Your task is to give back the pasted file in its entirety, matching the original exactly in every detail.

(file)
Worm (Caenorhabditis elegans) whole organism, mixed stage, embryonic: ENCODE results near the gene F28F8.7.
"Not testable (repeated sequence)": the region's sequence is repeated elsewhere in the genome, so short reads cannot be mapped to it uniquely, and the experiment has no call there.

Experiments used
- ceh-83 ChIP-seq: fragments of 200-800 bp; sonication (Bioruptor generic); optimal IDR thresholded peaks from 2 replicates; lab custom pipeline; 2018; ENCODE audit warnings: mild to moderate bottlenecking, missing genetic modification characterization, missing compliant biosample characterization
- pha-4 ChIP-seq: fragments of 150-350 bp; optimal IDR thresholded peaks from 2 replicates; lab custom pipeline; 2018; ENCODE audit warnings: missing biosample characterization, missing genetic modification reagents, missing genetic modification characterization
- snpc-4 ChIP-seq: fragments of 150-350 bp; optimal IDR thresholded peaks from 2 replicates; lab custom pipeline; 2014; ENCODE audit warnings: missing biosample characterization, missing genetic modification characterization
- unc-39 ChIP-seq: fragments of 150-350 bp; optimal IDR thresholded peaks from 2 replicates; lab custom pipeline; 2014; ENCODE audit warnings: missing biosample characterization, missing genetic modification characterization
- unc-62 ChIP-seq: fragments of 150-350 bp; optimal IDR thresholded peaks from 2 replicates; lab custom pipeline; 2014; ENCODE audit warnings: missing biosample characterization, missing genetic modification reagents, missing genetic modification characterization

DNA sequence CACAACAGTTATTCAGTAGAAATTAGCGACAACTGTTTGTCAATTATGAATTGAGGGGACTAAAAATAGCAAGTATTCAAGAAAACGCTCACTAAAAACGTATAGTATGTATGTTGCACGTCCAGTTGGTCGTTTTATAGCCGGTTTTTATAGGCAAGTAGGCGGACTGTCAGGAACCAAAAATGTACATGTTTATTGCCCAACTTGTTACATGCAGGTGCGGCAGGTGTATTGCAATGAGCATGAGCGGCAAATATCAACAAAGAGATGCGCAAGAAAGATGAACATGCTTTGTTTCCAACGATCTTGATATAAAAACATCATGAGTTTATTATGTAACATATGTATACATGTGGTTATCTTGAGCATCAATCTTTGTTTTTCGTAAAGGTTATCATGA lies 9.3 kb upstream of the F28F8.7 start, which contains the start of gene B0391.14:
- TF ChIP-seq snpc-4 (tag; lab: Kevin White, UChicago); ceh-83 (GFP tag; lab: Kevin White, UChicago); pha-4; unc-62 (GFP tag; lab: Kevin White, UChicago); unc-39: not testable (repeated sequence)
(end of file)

Worm (Caenorhabditis elegans) whole organism, mixed stage, embryonic: ENCODE results near the gene F28F8.7.
"Not testable (repeated sequence)": the region's sequence is repeated elsewhere in the genome, so short reads cannot be mapped to it uniquely, and the experiment has no call there.

Experiments used
- ceh-83 ChIP-seq: fragments of 200-800 bp; sonication (Bioruptor generic); optimal IDR thresholded peaks from 2 replicates; lab custom pipeline; 2018; ENCODE audit warnings: mild to moderate bottlenecking, missing genetic modification characterization, missing compliant biosample characterization
- pha-4 ChIP-seq: fragments of 150-350 bp; optimal IDR thresholded peaks from 2 replicates; lab custom pipeline; 2018; ENCODE audit warnings: missing biosample characterization, missing genetic modification reagents, missing genetic modification characterization
- snpc-4 ChIP-seq: fragments of 150-350 bp; optimal IDR thresholded peaks from 2 replicates; lab custom pipeline; 2014; ENCODE audit warnings: missing biosample characterization, missing genetic modification characterization
- unc-39 ChIP-seq: fragments of 150-350 bp; optimal IDR thresholded peaks from 2 replicates; lab custom pipeline; 2014; ENCODE audit warnings: missing biosample characterization, missing genetic modification characterization
- unc-62 ChIP-seq: fragments of 150-350 bp; optimal IDR thresholded peaks from 2 replicates; lab custom pipeline; 2014; ENCODE audit warnings: missing biosample characterization, missing genetic modification reagents, missing genetic modification characterization

DNA sequence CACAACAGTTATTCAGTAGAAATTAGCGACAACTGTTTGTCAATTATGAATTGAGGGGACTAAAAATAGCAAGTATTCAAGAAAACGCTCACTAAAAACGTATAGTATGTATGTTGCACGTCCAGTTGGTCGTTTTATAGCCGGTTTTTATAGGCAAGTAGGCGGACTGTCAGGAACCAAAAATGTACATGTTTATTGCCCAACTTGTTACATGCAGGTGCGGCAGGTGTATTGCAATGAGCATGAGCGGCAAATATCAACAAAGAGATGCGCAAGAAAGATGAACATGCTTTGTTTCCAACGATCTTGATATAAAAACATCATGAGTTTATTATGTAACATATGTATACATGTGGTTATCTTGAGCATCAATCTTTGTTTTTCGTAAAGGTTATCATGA lies 9.3 kb upstream of the F28F8.7 start, which contains the start of gene B0391.14:
- TF ChIP-seq snpc-4 (tag; lab: Kevin White, UChicago); ceh-83 (GFP tag; lab: Kevin White, UChicago); pha-4; unc-62 (GFP tag; lab: Kevin White, UChicago); unc-39: not testable (repeated sequence)